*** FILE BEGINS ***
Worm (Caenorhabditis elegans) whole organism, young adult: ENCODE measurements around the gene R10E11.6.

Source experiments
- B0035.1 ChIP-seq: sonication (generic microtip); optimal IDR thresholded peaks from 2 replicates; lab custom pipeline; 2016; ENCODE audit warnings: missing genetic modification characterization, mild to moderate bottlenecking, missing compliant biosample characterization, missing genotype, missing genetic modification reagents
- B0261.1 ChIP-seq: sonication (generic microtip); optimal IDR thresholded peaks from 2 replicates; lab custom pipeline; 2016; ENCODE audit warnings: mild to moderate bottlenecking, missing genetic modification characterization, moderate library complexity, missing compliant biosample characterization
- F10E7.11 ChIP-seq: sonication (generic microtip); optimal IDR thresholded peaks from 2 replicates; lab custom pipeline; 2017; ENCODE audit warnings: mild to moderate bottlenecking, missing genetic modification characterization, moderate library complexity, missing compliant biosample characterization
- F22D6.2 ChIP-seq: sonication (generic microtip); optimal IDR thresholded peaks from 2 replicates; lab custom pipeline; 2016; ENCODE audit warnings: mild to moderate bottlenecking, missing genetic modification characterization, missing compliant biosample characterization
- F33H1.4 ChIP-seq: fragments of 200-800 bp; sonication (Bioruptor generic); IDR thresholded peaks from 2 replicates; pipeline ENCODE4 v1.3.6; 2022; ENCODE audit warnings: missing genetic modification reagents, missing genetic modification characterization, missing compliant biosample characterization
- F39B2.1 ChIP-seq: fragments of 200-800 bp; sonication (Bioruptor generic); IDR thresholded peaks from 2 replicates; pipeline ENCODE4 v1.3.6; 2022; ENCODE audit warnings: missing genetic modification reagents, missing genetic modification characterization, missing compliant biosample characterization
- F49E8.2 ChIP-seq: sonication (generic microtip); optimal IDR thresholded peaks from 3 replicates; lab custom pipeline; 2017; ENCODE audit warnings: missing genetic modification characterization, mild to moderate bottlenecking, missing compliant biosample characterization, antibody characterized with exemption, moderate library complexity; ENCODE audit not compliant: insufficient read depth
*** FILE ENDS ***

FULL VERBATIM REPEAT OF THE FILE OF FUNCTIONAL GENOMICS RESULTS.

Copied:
Worm (Caenorhabditis elegans) whole organism, young adult: ENCODE measurements around the gene R10E11.6.

Source experiments
- B0035.1 ChIP-seq: sonication (generic microtip); optimal IDR thresholded peaks from 2 replicates; lab custom pipeline; 2016; ENCODE audit warnings: missing genetic modification characterization, mild to moderate bottlenecking, missing compliant biosample characterization, missing genotype, missing genetic modification reagents
- B0261.1 ChIP-seq: sonication (generic microtip); optimal IDR thresholded peaks from 2 replicates; lab custom pipeline; 2016; ENCODE audit warnings: mild to moderate bottlenecking, missing genetic modification characterization, moderate library complexity, missing compliant biosample characterization
- F10E7.11 ChIP-seq: sonication (generic microtip); optimal IDR thresholded peaks from 2 replicates; lab custom pipeline; 2017; ENCODE audit warnings: mild to moderate bottlenecking, missing genetic modification characterization, moderate library complexity, missing compliant biosample characterization
- F22D6.2 ChIP-seq: sonication (generic microtip); optimal IDR thresholded peaks from 2 replicates; lab custom pipeline; 2016; ENCODE audit warnings: mild to moderate bottlenecking, missing genetic modification characterization, missing compliant biosample characterization
- F33H1.4 ChIP-seq: fragments of 200-800 bp; sonication (Bioruptor generic); IDR thresholded peaks from 2 replicates; pipeline ENCODE4 v1.3.6; 2022; ENCODE audit warnings: missing genetic modification reagents, missing genetic modification characterization, missing compliant biosample characterization
- F39B2.1 ChIP-seq: fragments of 200-800 bp; sonication (Bioruptor generic); IDR thresholded peaks from 2 replicates; pipeline ENCODE4 v1.3.6; 2022; ENCODE audit warnings: missing genetic modification reagents, missing genetic modification characterization, missing compliant biosample characterization
- F49E8.2 ChIP-seq: sonication (generic microtip); optimal IDR thresholded peaks from 3 replicates; lab custom pipeline; 2017; ENCODE audit warnings: missing genetic modification characterization, mild to moderate bottlenecking, missing compliant biosample characterization, antibody characterized with exemption, moderate library complexity; ENCODE audit not compliant: insufficient read depth